7:53: Justice Thomas is fantastic, he picks up what no one else on the Court mentions– that things have changed: “New weapons in the fight against robocallers have emerged, too—including tools that allow consumers to more easily screen and block unwanted calls. Perhaps in recognition of these changes, Congress relaxed the ban on cellphone robocallers in 2015.”
7:48: From Breyer’s dissent: “From a democratic perspective, however, it is equally important that courts not use the First Amendment in a way that would threaten the workings of ordinary regulatory programs posing little threat to the free marketplace of ideas enacted as result of that public discourse.” Interesting. So it is anti-democratic to allow minorities interests to use the First Amendment to undo the will of the majority–but isn’t that the very concept behind the protections of the Bill of Rights? To protect the interests of the minority from the potential tyranny of the majority? I need to brush off my Federalists Papers.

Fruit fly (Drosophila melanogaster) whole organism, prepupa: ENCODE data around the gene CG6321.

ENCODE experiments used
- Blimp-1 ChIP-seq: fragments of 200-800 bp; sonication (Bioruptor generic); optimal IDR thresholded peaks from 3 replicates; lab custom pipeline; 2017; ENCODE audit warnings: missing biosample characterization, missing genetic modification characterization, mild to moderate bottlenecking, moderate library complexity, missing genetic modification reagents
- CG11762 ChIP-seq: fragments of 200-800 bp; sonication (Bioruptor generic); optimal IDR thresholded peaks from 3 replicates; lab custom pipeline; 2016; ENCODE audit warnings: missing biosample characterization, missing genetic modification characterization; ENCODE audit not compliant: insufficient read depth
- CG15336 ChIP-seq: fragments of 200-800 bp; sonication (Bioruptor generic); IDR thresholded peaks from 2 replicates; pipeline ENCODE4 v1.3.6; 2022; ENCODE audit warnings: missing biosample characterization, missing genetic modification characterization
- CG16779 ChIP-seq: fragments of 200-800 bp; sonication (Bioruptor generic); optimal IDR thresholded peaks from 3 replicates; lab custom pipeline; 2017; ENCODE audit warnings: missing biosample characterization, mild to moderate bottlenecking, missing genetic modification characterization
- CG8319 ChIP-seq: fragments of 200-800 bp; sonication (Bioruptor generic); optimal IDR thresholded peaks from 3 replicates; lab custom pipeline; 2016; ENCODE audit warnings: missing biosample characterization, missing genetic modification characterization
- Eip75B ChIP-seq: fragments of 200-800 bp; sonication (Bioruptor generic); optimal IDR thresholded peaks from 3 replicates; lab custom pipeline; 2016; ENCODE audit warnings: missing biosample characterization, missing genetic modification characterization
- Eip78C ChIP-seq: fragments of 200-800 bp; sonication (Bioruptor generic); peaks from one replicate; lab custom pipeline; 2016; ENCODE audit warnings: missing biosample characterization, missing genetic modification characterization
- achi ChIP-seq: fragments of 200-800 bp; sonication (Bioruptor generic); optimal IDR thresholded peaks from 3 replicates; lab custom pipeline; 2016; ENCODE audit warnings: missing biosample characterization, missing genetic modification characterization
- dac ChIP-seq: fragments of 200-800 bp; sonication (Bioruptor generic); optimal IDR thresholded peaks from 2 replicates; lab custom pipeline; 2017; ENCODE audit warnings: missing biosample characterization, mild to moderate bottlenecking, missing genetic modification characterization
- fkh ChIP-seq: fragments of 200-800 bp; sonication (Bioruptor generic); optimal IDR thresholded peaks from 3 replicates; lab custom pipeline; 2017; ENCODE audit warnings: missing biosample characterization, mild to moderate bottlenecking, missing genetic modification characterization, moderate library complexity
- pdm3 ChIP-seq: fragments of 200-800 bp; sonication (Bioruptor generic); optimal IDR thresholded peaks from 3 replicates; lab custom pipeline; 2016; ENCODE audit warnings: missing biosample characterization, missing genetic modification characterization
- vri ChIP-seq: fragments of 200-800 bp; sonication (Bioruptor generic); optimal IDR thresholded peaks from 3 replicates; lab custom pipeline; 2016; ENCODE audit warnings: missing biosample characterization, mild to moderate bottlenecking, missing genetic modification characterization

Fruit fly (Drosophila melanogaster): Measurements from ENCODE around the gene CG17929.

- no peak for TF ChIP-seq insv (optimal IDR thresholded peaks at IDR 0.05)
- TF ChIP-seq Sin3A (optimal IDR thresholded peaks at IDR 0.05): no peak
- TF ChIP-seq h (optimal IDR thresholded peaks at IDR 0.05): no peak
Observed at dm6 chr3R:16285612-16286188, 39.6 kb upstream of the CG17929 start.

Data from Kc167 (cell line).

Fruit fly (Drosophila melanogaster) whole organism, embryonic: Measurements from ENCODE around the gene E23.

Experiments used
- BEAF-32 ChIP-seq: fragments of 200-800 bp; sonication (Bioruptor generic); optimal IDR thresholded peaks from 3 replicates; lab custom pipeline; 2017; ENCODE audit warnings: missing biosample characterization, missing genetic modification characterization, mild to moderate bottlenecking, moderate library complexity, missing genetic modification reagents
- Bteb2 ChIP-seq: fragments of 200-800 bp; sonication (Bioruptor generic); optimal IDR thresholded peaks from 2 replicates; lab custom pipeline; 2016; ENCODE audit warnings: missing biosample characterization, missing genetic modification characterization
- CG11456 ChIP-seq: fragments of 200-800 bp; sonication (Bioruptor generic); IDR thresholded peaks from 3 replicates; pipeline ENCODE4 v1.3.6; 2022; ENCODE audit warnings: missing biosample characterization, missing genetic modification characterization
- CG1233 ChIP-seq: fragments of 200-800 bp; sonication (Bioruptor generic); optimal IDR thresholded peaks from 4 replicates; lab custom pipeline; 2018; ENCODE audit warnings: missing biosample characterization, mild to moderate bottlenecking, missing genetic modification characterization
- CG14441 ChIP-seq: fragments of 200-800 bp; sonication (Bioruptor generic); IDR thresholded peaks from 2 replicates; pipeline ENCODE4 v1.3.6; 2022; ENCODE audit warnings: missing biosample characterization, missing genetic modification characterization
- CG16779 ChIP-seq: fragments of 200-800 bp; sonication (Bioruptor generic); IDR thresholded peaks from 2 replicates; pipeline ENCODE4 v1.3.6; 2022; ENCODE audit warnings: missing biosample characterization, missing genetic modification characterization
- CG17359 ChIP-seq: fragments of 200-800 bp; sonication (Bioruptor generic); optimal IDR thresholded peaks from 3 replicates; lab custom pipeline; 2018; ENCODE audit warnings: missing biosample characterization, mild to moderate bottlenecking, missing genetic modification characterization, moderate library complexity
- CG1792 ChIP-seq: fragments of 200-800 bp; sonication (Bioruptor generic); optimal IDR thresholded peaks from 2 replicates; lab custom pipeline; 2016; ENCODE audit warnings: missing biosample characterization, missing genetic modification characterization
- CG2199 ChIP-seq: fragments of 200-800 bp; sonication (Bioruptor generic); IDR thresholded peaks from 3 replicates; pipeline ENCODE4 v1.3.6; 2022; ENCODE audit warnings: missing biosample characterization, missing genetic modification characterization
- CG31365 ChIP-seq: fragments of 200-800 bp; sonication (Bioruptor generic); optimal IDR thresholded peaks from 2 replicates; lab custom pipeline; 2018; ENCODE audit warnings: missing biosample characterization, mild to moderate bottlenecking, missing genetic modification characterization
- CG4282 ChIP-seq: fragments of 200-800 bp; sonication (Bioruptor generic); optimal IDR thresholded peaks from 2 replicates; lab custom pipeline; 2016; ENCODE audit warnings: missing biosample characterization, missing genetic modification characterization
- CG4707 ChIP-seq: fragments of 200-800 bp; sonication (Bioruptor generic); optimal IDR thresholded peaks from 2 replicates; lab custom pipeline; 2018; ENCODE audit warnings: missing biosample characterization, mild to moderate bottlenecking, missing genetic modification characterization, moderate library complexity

7:46: From Breyer’s dissent: “For our government to remain a democratic republic, the people must be free to generate, debate, and discuss both general and specific ideas, hopes, and experiences.” Agreed, which is why the TCPA should be struck down, no?
7:44 Remarkably three Justices found that the debt-collection exemption was not unconstitutional to begin with. Reviewing that portion of the opinion now.
7:43: On to the concurring opinion. J. Sotomayor really did not like the exemption at all. Fond it failed even lower scrutiny.